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Moscow Travel Guide

Kremlin-Red Square

Few places in the world possess the historic resonance of the Kremlin, the walled ancient heart of Moscow and the oldest part of the city. The first wooden structure was erected on this site some time in the 12th century. As Moscow grew, the city followed the traditional pattern of Russian cities, developing in concentric circles around the elevated fortress at its center (kreml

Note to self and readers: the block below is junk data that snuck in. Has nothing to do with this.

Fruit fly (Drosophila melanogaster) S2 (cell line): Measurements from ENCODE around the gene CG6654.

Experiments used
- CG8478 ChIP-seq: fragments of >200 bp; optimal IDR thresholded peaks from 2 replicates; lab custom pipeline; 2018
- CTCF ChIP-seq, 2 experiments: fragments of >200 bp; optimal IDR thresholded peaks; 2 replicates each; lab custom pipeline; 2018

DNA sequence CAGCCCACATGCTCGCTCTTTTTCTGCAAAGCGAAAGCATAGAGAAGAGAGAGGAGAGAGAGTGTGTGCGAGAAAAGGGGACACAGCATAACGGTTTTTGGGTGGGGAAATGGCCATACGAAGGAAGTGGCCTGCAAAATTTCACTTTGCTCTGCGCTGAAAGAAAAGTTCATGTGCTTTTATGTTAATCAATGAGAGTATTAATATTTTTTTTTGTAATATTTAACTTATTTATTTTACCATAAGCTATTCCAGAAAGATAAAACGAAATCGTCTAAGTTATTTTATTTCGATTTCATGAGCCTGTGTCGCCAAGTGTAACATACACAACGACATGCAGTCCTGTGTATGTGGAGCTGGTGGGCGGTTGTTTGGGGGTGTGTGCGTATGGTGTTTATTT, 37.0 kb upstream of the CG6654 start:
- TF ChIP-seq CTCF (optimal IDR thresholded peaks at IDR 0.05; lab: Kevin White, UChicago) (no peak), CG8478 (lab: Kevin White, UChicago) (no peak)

means "citadel" or "fortress"). After Moscow emerged as the center of a vast empire in the late 15th century, the Kremlin came to symbolize the mystery and power of Russia, as it has ever since. Before the black-suited men of the Bolshevik Revolution took over, tsars were ceremoniously crowned and buried here. In the 20th century the Kremlin became synonymous with the Soviet government, and "Kremlinologists," Western specialists who studied the movements of the politicians in and around the fortress, made careers out of trying to decipher Soviet Russian policies. Much has changed since the Soviet Union broke up, but the Kremlin itself remains mysteriously alluring. A visit to the ancient Kremlin grounds reveals many signs of the old—and new—Russian enigma.

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